If, like me, you cannot see a manhole with- out wondering what's down there, you must read the new edition of London Under London, a subterranean guide by Richard Trench and Ellis Hillman (John Murray, £15.99). Well mapped and illustrated, it enthusiastically describes the unknown city beneath the streets, with its hundred miles of Neolithic rivers, its 1,500 miles of mostly Victorian sewers, its 82 miles of Under- ground tunnel, its 12 miles of government communication tunnels and its hundreds and thousands of miles of cables, pipes, passages, crypts and sundry holes. Did you know there are some 40 'lost' Underground stations, frozen in time? It's a hidden paradigm of London's history.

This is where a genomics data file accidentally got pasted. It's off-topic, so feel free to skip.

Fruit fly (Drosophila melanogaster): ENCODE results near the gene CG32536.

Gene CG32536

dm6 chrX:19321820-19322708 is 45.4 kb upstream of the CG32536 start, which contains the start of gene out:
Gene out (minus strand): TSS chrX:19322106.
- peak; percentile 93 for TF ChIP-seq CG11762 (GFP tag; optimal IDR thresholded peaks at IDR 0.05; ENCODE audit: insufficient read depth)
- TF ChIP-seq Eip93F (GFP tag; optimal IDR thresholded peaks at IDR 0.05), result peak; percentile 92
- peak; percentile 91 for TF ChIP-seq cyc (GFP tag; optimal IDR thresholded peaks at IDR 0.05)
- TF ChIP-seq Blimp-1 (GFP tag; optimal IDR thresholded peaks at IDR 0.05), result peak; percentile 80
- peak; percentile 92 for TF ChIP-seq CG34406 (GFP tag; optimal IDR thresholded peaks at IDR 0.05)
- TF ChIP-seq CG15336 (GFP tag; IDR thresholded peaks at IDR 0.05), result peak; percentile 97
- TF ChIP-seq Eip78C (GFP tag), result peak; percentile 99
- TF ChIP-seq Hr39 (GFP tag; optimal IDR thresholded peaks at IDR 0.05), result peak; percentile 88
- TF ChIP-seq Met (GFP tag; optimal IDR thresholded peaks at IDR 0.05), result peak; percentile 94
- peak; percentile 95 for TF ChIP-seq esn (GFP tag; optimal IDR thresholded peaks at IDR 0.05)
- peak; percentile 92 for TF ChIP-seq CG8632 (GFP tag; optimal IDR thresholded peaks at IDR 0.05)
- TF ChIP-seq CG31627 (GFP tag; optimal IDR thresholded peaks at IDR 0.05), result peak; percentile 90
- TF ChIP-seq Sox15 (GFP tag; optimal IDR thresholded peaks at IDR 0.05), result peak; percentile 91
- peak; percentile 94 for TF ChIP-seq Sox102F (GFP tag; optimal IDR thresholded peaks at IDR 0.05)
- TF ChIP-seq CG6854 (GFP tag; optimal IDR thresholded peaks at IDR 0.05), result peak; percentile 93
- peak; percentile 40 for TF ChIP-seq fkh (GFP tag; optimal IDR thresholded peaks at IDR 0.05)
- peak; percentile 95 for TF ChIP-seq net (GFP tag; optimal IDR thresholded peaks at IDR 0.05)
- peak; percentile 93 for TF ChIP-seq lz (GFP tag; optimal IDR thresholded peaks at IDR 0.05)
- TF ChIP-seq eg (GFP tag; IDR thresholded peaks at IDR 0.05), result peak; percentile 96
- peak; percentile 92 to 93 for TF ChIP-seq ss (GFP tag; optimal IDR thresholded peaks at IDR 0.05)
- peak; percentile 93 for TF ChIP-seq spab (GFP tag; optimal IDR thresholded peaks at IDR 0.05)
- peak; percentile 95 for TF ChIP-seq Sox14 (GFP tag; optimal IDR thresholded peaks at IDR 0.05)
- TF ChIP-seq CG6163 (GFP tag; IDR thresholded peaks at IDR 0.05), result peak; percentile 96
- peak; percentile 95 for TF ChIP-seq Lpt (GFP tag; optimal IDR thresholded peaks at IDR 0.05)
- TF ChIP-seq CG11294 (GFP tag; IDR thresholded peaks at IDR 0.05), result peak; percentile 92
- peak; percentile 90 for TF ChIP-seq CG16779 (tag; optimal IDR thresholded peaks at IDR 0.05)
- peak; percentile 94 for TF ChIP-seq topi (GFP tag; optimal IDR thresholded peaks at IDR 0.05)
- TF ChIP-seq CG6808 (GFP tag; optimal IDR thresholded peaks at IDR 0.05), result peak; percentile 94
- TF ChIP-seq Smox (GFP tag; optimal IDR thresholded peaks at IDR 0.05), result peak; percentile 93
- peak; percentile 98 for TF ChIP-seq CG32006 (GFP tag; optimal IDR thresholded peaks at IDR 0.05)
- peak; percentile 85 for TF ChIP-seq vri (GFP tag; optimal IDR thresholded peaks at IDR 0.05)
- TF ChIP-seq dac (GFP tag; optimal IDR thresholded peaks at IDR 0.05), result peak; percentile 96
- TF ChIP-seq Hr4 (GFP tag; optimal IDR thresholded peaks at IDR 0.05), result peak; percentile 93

Another paradigm — this time of mid- 20th-century Britain — was the wartime Special Operations Executive (SOE), established by Churchill to 'set Europe ablaze'. Secret Agent by David Stafford (BBC Publications, £16.99) is the book of the recent television series. Part history, part individual recollection, it is as good an introduction to this thrilling and moving subject as we are likely to get. Most notice- able is the high quality of the agents, British and foreign, compared with most of those the Germans sent over here.